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     eventtimers — kernel event timers subsystem


     Kernel uses several types of time-related devices, such as: real time clocks, time counters
     and event timers.  Real time clocks responsible for tracking real world time, mostly when
     system is down.  Time counters are responsible for generation of monotonically increasing
     timestamps for precise uptime tracking purposes, when system is running.  Event timers are
     responsible for generating interrupts at specified time or periodically, to run different
     time-based events.  This page is about the last.


     Kernel uses time-based events for many different purposes: scheduling, statistics, time
     keeping, profiling and many other things, based on callout(9) mechanism.  These purposes now
     grouped into three main callbacks:

     hardclock()  callout(9) and timekeeping events entry.  Called with frequency defined by hz
                  variable, usually 1000Hz.

     statclock()  statistics and scheduler events entry.  Called with frequency about 128Hz.

     profclock()  profiler events entry.  When enabled, called with frequency about 8KHz.

     Different platforms provide different kinds of timer hardware.  The goal of the event timers
     subsystem is to provide unified way to control that hardware, and to use it, supplying
     kernel with all required time-based events.

     Each driver implementing event timers, registers them at the subsystem.  It is possible to
     see the list of present event timers, like this, via kern.eventtimer sysctl:

     kern.eventtimer.choice: HPET(550) LAPIC(400) i8254(100) RTC(0) 15 0 400 1 1193182 100 17 32768 0 7 14318180 550

     where: is a bitmask, defining event timer capabilities:
           1       periodic mode supported,
           2       one-shot mode supported,
           4       timer is per-CPU,
           8       timer may stop when CPU goes to sleep state,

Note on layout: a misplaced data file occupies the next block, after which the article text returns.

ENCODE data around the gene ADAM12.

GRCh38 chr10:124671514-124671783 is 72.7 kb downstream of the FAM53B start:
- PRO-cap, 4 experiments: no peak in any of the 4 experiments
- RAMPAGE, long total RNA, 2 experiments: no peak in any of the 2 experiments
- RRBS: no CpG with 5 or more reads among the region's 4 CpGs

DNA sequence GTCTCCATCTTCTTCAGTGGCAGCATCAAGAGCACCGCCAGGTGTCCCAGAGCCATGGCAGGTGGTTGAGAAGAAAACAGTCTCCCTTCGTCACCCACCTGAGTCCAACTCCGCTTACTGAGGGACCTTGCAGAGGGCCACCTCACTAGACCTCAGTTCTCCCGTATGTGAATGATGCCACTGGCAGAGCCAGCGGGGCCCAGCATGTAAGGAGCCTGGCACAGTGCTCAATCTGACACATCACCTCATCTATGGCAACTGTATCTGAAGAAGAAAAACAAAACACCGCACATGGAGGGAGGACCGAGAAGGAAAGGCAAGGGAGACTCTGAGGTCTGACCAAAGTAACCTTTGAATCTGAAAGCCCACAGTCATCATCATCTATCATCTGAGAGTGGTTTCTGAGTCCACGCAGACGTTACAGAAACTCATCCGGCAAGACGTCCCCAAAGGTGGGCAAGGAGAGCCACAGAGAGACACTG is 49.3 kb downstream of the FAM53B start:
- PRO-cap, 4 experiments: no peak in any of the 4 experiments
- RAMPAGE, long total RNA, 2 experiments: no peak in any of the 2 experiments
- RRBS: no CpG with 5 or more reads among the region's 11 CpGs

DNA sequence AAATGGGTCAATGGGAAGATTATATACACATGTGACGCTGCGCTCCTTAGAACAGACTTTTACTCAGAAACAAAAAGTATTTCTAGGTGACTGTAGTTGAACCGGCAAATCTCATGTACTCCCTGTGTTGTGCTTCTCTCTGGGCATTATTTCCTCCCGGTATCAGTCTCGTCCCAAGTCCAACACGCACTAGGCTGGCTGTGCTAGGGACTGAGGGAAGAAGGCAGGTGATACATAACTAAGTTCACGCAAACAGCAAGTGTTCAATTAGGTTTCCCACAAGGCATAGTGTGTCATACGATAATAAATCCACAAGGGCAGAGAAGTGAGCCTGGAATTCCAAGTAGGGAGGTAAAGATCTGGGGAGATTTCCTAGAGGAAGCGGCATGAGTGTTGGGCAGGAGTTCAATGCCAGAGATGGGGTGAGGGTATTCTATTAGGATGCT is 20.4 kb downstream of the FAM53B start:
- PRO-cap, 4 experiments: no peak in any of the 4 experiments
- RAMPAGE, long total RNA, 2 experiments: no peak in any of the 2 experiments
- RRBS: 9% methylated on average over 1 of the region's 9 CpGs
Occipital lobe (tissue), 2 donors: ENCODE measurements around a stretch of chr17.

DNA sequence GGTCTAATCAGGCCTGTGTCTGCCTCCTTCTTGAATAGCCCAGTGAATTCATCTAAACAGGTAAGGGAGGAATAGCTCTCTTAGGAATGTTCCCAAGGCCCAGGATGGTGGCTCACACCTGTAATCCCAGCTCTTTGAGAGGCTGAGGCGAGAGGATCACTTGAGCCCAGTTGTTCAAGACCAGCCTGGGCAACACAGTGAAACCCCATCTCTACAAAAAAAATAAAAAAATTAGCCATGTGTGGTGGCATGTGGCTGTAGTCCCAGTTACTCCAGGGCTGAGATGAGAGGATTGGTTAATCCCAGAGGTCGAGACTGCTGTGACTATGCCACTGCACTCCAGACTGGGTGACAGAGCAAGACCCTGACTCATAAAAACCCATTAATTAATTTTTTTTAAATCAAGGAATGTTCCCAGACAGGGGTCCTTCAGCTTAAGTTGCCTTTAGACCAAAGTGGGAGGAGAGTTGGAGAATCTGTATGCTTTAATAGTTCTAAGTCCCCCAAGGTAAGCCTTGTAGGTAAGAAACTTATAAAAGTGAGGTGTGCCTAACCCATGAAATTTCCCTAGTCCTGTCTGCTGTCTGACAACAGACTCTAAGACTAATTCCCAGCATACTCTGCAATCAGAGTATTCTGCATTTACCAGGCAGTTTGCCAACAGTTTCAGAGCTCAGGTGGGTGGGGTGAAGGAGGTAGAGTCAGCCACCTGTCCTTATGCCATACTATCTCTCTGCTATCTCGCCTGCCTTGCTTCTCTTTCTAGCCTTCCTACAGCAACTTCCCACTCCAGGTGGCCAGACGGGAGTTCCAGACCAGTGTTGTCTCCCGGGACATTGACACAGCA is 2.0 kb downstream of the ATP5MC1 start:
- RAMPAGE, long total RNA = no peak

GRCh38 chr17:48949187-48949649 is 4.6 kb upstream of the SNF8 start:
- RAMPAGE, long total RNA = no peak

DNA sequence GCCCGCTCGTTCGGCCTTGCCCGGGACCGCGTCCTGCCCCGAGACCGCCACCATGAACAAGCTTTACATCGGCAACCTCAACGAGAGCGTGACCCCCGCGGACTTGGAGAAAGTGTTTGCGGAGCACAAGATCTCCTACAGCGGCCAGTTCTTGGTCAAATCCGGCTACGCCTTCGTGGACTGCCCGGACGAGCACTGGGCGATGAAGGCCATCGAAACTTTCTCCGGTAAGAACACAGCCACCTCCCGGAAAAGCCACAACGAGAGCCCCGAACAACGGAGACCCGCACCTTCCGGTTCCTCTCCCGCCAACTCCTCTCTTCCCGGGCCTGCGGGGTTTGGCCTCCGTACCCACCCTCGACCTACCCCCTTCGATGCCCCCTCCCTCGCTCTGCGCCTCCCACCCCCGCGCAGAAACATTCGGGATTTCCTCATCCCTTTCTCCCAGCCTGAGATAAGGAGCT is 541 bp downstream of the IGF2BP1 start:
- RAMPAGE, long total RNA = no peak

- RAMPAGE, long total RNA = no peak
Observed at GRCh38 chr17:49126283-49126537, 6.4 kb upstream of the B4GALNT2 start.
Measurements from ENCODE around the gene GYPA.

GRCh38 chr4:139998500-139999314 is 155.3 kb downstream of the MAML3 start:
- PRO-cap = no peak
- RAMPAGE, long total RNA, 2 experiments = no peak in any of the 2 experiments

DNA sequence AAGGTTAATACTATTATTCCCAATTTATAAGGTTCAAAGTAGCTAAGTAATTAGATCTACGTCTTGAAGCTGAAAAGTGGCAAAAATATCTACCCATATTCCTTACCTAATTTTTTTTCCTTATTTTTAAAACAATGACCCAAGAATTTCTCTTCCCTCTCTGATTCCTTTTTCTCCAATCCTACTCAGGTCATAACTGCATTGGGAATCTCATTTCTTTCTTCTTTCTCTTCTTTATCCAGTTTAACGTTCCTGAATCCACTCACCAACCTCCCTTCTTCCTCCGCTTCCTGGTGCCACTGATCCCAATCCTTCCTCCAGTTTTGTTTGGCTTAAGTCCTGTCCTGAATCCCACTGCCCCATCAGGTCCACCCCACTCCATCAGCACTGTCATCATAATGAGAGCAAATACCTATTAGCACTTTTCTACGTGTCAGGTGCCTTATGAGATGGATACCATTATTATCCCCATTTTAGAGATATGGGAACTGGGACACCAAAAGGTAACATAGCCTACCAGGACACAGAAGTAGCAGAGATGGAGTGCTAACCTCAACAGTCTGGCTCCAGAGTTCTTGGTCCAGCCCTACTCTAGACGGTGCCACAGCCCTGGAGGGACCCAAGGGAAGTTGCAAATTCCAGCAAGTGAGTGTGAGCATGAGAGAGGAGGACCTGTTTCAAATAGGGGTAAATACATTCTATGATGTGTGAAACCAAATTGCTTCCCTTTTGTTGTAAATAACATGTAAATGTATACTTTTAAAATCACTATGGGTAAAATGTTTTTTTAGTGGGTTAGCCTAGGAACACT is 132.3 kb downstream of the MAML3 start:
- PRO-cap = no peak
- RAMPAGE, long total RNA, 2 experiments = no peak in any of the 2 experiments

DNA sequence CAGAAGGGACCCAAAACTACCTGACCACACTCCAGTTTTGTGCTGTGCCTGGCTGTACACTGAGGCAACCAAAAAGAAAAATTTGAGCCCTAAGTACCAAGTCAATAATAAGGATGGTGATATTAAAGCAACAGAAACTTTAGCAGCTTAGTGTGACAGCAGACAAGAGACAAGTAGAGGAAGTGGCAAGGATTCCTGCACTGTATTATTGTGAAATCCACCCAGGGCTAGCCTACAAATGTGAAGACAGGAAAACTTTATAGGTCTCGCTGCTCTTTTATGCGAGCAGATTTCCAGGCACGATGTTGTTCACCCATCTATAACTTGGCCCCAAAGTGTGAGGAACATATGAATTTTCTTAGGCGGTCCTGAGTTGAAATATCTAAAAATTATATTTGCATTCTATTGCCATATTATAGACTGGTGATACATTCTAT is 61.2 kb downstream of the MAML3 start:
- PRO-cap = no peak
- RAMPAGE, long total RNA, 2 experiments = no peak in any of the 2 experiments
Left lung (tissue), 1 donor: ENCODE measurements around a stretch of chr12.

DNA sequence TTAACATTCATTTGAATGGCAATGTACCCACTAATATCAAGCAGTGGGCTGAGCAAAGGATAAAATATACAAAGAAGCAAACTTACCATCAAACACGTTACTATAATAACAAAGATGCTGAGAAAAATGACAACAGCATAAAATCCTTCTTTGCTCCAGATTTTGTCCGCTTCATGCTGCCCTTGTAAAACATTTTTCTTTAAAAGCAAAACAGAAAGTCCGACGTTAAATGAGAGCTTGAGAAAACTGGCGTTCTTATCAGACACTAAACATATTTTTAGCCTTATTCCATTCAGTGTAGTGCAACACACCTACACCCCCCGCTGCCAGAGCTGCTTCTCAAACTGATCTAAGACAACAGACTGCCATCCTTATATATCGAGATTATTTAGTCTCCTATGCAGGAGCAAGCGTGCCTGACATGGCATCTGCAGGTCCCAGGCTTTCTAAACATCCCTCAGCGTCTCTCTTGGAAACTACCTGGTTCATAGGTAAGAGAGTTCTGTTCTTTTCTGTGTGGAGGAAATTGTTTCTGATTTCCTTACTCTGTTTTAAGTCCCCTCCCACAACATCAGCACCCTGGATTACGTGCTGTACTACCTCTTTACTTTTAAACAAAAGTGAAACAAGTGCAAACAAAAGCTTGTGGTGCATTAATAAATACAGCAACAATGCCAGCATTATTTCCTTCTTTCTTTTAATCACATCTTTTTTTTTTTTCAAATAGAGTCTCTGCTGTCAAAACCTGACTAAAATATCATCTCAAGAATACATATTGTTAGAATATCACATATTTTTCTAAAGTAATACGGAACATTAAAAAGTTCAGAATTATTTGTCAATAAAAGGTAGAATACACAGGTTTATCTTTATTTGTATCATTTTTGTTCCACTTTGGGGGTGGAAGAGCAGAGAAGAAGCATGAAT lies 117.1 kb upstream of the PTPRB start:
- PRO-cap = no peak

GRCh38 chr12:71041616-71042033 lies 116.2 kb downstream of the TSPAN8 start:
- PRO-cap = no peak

16      timer supports only power-of-2 divisors. is a timer base frequency, is an integral value, defining how good is this timer,
     comparing to others.

     Timers management code of the kernel chooses one timer from that list.  Current choice can
     be read and affected via kern.eventtimer.timer tunable/sysctl.  Several other
     tunables/sysctls are affecting how exactly this timer is used:

     kern.eventtimer.periodic allows to choose periodic and one-shot operation mode.  In periodic
     mode, periodic interrupts from timer hardware are taken as the only source of time for time
     events.  One-shot mode instead uses currently selected time counter to precisely schedule
     all needed events and programs event timer to generate interrupt exactly in specified time.
     Default value depends of chosen timer capabilities, but one-shot mode is preferred, until
     other is forced by user or hardware.

     kern.eventtimer.singlemul in periodic mode specifies how much times higher timer frequency
     should be, to not strictly alias hardclock() and statclock() events.  Default values are 1,
     2 or 4, depending on configured HZ value.

     kern.eventtimer.idletick makes each CPU to receive every timer interrupt independently of
     whether they busy or not.  By default this options is disabled.  If chosen timer is per-CPU
     and runs in periodic mode, this option has no effect - all interrupts are always generating.


     apic(4), atrtc(4), attimer(4), hpet(4), timecounters(4), eventtimers(9)